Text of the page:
Writing Tips & Tricks: Your Guide to Successful Writing

The first snowfall in Montreal is a strong indicator of a certain time for the McGill community: the end of the fall semester is fast approaching, and with that comes many assignments and papers that are due. There’s no reason to fret however, as the McGill University Library has a wide collection of writing guides and books to help you get through with the best grade possible.

The following book suggestions cover writing tips for all kinds of subjects, from sciences to management!

Strategies for Writing a Thesis by Publication in the Social Sciences and Humanities by Lynn P. Nygaard and Kristin Solli

Written primarily for PhD students, this guide covers key topics within thesis by publication writing, including rhetorical challenges, strategies for handling the writing process, and much more!

A Companion to Creative Writing by Graeme Harper

This guide covers the writing of poetry, fiction, new media, plays, films, radio works, and other literary genres and forms.

Writing for Engineering and Science Students: Staking Your Claim by Gerald Rau

Accessible to both international students and native speakers of English, this book explores all the distinctive characteristics of a research paper based on articles from engineering and science journals.

Academic Writing: A Guide for Management Students and Researchers by Mathukutty M. Monippally and Badrinarayan Shankar Pawar

This book focuses on three main aspects: understanding existing research, documenting and sharing the results of the acquired knowledge, and acknowledging the use of other people’s ideas and works in the documentation.

Writing Winning Proposals for Nurses and Health Care Professionals by Sandra G. Funk and Elizabeth M. Tornquist

A step by step guide of the entire process of writing and submitting a successful proposal, with focus on writing with substance, clarity, and conviction.

English for Writing Research Papers by Adrian Wallwork

Aimed to help a wide variety of students succeed in academia, this guide contains rules, tips and examples to help you reduce the number of mistakes you make in English.

If you have any questions about how to access these titles or more, contact hssl.library@mcgill.ca

Spooky Book Recommendations for Fall 2023

Leaves are falling, the weather is getting colder and we can find pumpkin spice flavoured things everywhere; a sign that Halloween is fast approaching! With Spooky Season upon us, now is the perfect time to cozy up with a horror book.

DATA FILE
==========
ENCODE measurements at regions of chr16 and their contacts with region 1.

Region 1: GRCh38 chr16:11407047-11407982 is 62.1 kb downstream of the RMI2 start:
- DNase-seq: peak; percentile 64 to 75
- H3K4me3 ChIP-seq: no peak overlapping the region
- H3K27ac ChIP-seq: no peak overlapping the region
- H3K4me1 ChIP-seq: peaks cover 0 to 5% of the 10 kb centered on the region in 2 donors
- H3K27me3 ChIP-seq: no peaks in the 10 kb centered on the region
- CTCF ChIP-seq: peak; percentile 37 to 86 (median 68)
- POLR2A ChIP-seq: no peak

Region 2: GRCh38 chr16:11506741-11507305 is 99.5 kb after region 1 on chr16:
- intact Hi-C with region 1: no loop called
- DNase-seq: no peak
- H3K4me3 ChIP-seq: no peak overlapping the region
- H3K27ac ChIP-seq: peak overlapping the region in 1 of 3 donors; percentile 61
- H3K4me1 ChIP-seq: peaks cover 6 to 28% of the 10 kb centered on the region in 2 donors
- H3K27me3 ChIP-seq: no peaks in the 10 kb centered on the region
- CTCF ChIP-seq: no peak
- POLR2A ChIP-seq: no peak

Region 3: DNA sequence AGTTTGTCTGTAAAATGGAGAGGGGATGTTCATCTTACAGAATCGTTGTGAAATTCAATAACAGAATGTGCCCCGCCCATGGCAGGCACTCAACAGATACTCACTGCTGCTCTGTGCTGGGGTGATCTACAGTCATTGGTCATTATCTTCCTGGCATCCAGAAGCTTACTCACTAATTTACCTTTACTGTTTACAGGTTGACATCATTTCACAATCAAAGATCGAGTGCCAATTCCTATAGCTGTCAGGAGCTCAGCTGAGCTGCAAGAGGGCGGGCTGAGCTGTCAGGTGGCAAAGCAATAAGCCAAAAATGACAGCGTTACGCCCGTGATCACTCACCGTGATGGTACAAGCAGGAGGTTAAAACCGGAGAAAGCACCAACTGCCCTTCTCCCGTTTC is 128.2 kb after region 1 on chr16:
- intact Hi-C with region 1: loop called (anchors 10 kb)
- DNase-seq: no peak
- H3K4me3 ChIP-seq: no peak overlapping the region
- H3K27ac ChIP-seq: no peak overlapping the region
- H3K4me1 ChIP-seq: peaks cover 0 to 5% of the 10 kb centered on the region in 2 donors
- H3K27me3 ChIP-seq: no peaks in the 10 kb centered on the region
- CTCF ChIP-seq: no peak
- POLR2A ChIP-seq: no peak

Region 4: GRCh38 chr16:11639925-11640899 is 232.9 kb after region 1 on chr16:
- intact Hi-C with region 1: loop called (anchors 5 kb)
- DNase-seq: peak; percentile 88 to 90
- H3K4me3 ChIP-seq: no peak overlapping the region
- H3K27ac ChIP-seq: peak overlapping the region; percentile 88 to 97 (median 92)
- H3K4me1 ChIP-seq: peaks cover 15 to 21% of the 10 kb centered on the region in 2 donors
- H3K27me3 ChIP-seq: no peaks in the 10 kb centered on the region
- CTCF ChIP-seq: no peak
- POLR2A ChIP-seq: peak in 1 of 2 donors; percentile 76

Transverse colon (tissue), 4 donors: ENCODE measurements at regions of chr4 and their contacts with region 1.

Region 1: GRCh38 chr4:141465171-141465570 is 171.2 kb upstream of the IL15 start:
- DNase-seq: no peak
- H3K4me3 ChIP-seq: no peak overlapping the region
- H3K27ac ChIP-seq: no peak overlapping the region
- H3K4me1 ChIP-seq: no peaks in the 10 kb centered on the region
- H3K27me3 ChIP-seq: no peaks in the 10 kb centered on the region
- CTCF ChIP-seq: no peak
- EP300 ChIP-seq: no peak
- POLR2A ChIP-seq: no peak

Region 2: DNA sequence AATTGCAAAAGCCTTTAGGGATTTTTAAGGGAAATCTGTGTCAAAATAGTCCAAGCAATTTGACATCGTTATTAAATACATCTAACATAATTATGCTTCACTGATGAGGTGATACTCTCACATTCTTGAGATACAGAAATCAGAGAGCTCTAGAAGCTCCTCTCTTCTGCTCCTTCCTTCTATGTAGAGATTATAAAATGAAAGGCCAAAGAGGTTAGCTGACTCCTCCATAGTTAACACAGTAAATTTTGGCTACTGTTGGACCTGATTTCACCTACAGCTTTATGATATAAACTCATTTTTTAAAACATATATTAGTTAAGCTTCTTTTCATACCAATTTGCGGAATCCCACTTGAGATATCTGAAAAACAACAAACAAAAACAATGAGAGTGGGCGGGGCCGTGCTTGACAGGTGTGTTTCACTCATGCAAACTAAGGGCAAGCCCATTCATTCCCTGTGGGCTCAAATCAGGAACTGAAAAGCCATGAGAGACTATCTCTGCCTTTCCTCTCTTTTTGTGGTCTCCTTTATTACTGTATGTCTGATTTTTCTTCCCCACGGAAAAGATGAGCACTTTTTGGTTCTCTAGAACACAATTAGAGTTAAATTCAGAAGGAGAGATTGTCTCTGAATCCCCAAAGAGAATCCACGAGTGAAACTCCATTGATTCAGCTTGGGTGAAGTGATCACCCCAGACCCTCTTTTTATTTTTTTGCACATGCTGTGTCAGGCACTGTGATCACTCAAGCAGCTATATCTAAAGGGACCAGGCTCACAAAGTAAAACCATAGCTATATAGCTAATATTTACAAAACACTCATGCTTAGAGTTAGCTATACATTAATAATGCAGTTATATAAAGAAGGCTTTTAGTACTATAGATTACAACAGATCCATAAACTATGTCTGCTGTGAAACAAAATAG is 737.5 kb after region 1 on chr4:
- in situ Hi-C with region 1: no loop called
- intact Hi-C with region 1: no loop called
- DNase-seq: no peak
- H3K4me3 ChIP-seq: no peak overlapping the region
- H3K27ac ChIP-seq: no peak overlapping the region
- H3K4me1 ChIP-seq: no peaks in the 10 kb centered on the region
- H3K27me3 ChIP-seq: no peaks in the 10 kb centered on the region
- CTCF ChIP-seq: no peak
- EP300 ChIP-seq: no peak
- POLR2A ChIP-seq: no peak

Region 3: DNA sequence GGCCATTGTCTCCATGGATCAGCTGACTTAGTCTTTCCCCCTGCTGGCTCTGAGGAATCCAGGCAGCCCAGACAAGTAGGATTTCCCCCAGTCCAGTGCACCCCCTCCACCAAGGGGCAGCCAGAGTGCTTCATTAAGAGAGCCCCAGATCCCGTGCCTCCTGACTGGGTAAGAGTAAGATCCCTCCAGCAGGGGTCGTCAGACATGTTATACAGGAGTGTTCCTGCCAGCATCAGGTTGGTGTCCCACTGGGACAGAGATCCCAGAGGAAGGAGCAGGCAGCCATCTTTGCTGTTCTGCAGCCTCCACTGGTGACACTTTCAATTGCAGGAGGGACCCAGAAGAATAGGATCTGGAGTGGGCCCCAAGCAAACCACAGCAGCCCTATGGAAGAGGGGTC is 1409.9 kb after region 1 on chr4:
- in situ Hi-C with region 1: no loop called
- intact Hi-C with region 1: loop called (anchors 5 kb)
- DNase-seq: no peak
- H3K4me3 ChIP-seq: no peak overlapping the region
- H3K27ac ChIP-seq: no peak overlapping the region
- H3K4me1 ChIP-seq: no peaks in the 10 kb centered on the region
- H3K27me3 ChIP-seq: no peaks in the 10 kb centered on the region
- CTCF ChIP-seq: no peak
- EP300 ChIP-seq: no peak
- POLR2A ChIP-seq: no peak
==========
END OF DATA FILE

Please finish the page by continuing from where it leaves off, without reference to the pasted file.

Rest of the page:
Here are just a few spooky book suggestions that you can borrow from the McGill Library Overdrive to keep you entertained (and scared) this Halloween!

Holly by Stephen King

Holly Gibney, one of Stephen King’s most compelling and ingeniously resourceful characters, returns in this thrilling novel to solve the gruesome truth behind multiple disappearances in a midwestern town.

In King’s new novel, Holly is on her own, and up against a pair of unimaginably depraved and brilliantly disguised adversaries. Holly must summon all her formidable talents to outthink and outmaneuver the shockingly twisted professors in this chilling new masterwork.

The Final Girl Support Group by Grady Hendrix

 Lynette Tarkington is a real-life final girl who survived a massacre. For more than a decade, she’s been meeting with five other final girls and their therapist in a support group for those who survived the unthinkable, working to put their lives back together. Then one woman misses a meeting, and their worst fears are realized–someone knows about the group and is determined to rip their lives apart again, piece by piece. But the thing about final girls is that no matter how bad the odds, how dark the night, how sharp the knife, they will never, ever give up

The Book Eaters by Sunyi Dean

Out on the Yorkshire Moors lives a secret line of people for whom books are food, and who retain all of a book’s content after eating it.

Devon is part of The Family, an old and reclusive clan of book eaters. Her brothers grow up feasting on stories of valor and adventure, and Devon-like all other book eater women-is raised on a carefully curated diet of fairytales and cautionary stories. But real life doesn’t always come with happy endings, as Devon learns when her son is born with a rare and darker kind of hunger-not for books, but for human minds